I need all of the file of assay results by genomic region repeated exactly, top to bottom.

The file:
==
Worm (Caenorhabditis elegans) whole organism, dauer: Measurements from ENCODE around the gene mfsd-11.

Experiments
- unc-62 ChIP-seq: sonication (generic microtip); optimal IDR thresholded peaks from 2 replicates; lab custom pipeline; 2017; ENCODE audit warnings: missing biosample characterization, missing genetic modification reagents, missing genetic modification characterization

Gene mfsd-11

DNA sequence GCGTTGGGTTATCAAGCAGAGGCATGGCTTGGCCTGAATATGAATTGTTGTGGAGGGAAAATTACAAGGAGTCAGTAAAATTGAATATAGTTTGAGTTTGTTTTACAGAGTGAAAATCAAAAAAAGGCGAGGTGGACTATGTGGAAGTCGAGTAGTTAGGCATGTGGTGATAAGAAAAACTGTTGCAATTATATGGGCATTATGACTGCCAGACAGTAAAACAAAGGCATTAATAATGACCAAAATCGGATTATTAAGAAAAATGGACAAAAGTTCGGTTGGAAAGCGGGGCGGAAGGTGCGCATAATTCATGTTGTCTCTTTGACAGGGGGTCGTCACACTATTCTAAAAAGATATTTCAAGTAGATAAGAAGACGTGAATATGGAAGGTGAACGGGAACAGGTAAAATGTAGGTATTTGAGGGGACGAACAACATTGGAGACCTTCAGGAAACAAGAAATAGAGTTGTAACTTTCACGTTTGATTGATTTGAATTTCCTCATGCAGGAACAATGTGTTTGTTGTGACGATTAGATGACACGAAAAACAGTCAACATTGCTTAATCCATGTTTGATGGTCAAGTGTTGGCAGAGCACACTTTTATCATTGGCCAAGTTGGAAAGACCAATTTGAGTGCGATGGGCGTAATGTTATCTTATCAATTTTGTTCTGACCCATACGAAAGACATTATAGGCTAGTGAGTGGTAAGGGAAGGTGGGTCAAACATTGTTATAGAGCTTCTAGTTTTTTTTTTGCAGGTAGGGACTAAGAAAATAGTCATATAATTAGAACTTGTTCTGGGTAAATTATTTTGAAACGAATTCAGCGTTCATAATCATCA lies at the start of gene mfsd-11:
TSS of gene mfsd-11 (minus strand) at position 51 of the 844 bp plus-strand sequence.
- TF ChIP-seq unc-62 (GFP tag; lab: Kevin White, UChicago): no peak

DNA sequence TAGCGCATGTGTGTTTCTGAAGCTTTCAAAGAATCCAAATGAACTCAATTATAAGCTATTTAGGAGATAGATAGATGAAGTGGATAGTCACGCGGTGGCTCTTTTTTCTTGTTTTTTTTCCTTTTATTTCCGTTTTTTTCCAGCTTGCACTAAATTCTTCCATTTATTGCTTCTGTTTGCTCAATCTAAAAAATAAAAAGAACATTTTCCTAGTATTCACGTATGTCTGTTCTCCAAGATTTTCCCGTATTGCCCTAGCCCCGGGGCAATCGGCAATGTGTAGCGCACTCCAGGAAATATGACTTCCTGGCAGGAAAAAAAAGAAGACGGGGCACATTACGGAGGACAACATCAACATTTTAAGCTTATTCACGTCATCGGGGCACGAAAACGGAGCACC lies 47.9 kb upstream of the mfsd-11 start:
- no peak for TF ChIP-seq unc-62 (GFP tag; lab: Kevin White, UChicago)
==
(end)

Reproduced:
Worm (Caenorhabditis elegans) whole organism, dauer: Measurements from ENCODE around the gene mfsd-11.

Experiments
- unc-62 ChIP-seq: sonication (generic microtip); optimal IDR thresholded peaks from 2 replicates; lab custom pipeline; 2017; ENCODE audit warnings: missing biosample characterization, missing genetic modification reagents, missing genetic modification characterization

Gene mfsd-11

DNA sequence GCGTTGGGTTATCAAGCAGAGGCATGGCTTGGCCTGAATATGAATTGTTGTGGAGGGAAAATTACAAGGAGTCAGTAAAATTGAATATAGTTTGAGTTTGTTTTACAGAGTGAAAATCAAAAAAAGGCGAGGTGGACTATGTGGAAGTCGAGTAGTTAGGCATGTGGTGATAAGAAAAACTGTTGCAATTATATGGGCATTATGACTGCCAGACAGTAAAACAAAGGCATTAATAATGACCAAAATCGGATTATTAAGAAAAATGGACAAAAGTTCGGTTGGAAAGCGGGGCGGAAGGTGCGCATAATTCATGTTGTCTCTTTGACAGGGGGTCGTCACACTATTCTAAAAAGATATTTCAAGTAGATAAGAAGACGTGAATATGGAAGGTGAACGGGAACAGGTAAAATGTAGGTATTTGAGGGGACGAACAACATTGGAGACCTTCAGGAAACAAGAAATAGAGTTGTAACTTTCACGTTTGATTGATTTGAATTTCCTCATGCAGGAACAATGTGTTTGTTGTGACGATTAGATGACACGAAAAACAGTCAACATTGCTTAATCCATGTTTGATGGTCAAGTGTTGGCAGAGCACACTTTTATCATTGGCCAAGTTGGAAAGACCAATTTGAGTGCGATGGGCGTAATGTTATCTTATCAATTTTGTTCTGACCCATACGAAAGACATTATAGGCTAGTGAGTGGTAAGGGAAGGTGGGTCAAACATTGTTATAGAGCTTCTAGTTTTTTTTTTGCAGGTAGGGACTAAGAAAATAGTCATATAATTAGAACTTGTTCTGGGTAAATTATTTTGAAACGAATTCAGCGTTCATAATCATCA lies at the start of gene mfsd-11:
TSS of gene mfsd-11 (minus strand) at position 51 of the 844 bp plus-strand sequence.
- TF ChIP-seq unc-62 (GFP tag; lab: Kevin White, UChicago): no peak

DNA sequence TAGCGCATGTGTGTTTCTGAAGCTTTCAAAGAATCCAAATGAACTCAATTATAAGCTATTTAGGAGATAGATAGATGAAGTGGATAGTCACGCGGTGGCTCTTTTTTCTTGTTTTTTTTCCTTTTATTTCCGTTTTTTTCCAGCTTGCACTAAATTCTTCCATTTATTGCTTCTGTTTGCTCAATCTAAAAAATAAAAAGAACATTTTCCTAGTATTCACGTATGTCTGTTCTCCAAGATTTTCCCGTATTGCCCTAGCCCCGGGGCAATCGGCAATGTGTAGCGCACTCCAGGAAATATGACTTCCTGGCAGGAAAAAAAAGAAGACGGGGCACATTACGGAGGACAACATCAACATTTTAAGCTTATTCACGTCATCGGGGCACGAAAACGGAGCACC lies 47.9 kb upstream of the mfsd-11 start:
- no peak for TF ChIP-seq unc-62 (GFP tag; lab: Kevin White, UChicago)